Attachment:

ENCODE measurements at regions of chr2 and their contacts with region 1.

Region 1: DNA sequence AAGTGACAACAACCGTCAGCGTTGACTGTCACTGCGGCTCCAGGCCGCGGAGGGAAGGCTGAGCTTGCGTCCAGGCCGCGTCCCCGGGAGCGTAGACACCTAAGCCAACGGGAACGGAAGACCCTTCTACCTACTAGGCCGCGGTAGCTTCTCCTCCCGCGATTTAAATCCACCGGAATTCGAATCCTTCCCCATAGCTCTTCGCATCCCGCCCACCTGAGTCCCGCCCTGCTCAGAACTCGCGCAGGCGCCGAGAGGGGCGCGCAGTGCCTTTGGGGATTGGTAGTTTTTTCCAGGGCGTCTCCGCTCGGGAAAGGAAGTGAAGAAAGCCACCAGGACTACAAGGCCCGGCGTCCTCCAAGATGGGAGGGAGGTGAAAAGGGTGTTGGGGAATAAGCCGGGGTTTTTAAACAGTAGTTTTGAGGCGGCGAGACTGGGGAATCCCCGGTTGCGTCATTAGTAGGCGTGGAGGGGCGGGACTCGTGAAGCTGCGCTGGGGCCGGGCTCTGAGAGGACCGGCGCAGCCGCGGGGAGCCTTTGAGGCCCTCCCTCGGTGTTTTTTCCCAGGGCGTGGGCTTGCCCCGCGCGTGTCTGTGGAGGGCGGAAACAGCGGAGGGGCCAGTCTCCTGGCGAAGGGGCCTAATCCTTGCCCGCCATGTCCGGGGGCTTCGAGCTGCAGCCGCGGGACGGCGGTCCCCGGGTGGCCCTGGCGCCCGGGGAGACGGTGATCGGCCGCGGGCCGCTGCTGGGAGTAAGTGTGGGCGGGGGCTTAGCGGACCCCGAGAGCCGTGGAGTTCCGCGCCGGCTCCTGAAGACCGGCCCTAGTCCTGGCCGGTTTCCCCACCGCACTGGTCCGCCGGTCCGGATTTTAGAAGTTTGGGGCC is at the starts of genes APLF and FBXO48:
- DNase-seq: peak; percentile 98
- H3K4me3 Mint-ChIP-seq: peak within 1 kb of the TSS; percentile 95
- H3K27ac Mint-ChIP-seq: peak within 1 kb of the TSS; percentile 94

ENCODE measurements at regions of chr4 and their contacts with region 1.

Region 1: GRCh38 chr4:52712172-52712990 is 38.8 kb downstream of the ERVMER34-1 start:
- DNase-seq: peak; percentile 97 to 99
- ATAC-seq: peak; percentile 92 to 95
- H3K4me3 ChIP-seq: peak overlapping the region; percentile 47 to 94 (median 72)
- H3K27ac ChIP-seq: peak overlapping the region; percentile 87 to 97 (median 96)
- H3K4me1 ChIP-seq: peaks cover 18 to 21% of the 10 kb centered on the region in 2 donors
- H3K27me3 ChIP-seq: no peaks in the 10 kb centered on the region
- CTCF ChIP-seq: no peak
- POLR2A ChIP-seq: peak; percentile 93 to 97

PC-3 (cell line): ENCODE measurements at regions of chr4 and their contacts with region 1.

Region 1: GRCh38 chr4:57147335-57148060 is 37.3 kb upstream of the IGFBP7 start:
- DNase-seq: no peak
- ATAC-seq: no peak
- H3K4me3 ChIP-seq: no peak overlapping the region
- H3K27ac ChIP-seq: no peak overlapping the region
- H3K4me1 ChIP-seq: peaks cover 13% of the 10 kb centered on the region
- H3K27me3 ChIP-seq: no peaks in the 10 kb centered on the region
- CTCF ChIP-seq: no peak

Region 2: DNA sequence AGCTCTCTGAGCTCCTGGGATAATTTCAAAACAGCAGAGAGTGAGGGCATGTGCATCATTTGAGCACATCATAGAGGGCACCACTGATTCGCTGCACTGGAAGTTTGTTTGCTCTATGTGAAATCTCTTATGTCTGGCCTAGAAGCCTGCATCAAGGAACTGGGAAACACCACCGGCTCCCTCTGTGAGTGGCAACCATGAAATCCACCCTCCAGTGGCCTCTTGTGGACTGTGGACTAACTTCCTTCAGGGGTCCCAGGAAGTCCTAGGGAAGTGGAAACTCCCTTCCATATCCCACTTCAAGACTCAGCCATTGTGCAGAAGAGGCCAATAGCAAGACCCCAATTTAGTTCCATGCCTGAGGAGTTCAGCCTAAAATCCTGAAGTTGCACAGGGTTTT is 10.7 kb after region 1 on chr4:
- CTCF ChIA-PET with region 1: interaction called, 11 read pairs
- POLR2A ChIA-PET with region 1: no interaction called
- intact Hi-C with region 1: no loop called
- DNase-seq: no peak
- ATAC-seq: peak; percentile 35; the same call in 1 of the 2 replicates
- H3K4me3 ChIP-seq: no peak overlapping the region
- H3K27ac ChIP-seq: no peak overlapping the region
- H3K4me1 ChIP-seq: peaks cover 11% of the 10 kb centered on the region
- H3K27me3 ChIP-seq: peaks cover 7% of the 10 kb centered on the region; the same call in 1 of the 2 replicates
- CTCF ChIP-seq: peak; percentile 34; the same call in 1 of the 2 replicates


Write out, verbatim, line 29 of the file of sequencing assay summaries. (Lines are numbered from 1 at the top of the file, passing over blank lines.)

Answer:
- DNase-seq: no peak